The NDPP alleged that the lifting platform had been stolen by Kalmar and was therefore the instrumentality of an offence. The court applied the test in Section 38 of POCA and found that the lifting platform could not have been the instrumentality of an offence and as such the requirements of POCA had not been met and the property could not be forfeited to the state.

    The application for a forfeiture order was dismissed and costs were awarded against the National Director of Public Prosecutions.

    Read the KalmarJudgement

     Warren Sundstrom

Restraints of Trade (Update)

Logo_McLarensOver the past 12 months the Labour court has seen a vast increase in restraint of trade cases as opposed to the High court where these matters would normally be dealt with. The Basic Conditions of Employment Act (The BCEA) gives the Labour court concurrent jurisdiction with the civil courts to hear and determine any matter concerning a contract of employment, irrespective of whether any basic condition of employment constitutes a term of that contract (Section 77(3) of the BCEA). Even though the Labour court is in itself a more equity driven court, the principles of restraints of trade have not changed, and restraints must always be seen as serious and should not be considered unenforceable.

  1. What is a restraint of trade?

A restraint of trade is an agreement between an employer and employee which sets out that if the employee leaves the employer, the employee will not become employed or associated with a competitor of the employer within a specified area and for a specified time. The restraint of trade will commence at the date of termination of the employee’s employment with the employer or on a date agreed between the parties.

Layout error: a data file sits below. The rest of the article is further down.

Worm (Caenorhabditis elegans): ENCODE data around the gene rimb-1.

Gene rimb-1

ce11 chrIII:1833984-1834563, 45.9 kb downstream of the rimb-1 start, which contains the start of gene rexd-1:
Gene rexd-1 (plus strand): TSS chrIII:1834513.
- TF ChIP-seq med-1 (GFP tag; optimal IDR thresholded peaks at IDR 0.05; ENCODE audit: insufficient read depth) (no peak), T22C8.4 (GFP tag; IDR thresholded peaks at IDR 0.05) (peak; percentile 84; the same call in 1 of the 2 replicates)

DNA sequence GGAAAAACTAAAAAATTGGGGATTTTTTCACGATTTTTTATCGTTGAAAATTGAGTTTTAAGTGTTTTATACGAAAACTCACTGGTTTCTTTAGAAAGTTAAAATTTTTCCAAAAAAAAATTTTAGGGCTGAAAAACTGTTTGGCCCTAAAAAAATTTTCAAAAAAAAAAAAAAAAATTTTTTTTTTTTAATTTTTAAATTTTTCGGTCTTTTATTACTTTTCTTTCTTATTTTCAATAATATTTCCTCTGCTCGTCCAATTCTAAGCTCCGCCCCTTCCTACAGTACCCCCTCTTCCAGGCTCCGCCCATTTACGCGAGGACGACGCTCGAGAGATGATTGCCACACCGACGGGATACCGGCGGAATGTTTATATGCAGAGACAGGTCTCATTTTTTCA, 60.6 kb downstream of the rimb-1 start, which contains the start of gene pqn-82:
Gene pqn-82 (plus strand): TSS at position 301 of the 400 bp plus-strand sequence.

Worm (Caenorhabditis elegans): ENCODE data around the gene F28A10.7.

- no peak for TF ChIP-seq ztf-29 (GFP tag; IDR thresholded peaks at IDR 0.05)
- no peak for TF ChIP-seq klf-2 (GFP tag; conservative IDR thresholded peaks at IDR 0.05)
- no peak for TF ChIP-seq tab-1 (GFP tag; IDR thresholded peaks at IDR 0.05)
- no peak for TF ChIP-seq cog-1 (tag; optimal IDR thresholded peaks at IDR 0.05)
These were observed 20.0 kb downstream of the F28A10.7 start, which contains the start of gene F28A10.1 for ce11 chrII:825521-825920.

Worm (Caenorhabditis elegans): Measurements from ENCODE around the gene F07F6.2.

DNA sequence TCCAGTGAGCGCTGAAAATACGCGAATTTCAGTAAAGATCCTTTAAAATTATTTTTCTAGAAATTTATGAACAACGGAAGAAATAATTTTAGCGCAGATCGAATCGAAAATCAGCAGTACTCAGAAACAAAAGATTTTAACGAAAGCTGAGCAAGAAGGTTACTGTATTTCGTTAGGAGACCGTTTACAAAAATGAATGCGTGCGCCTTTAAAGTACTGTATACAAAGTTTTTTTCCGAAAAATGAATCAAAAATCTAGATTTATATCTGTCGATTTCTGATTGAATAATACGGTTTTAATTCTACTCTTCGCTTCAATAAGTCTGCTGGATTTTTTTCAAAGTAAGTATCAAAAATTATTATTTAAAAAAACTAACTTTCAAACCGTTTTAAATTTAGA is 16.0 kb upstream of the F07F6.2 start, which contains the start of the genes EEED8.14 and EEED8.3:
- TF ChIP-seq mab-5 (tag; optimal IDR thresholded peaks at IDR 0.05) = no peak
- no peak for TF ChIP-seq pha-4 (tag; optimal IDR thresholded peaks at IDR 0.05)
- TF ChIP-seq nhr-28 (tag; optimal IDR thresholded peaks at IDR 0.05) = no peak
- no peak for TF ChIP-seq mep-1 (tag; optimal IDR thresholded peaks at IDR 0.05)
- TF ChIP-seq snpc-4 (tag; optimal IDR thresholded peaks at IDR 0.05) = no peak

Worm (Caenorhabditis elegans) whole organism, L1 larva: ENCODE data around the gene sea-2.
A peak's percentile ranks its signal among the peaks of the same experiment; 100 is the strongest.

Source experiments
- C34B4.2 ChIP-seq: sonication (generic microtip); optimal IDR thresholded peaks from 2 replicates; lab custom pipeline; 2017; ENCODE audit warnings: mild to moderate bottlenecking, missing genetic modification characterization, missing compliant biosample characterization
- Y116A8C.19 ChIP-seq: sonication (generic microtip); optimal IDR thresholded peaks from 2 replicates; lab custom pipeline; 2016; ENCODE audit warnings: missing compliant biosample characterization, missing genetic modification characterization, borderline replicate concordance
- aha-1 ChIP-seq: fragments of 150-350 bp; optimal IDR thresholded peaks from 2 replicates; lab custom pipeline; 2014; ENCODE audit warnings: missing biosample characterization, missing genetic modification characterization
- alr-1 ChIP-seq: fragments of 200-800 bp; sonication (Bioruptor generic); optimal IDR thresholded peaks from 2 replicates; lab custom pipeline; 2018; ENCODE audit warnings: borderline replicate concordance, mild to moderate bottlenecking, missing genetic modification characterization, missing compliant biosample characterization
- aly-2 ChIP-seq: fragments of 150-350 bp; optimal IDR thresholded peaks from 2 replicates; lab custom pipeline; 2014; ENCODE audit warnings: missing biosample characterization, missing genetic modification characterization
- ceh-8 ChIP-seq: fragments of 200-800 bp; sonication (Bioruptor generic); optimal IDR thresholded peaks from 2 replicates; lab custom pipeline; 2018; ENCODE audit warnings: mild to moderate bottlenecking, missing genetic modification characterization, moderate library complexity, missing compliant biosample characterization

1. How does one determine if a restraint of trade is enforceable or not?

A party seeking to enforce a restraint of trade will have to prove the existence of the restraint of trade agreement and also show that it has been breached – ie. that the employee signed a restraint of trade and has since left the employers employ and has become employed or associated with a competitor. A restraint of trade will only be enforceable if the employer can show that it has a ‘protectable interest’ which is legally recognised and deserving of protection. This would be two fold – 1. that the employee in question was privy to confidential information whilst employed which could be used by a competitor to gain an unfair advantage in the marketplace, and/or 2. That the employee in question developed relationships with customers, potential customers, suppliers, and other related parties that go to make up what is known as a trade connection of a business, which could be used to gain an unfair advantage in the marketplace. The employer must then show that the employee has or will use the confidential information or trade connections since leaving the employer to gain an unfair advantage and has therefore breached his/her restraint of trade undertakings and should be restrained.

  1. How long and how wide are restraints of trade?

Restraints of trade will only be enforced for a period of time which the court deems reasonable and will only be enforced in areas which need to be protected. An example would be a restraint of trade which is enforced in the whole of the republic of South Africa for a period of one year because the employee in question operated as a sales manager and serviced clients throughout South Africa. In this case the party enforcing the restraint would argue that to mend or maintain its relationships with these clients would take up to 12 months and therefore a 12 months restraint is reasonable. Another example would be a restraint of trade which is enforced only in the province of Gauteng or Johannesburg for a period of 6 months as the former employee only operated in Gauteng and had limited dealings with customers. Another example would be a restraint which is not enforced at all by the court despite being in existence due to the fact that the former employee was not privy to any confidential information and did not have any trade connections.

  1. Conclusion

Every situation is different and whether or not a restraint of trade is enforced entirely, whether the restraint of trade is reduced, or whether the restraint of trade is not enforced at all, is all dependant on the circumstances of each matter. Parties are advised to seek proper legal advice whenever an issue regarding a restraint of trade arises.

Warren Sundstrom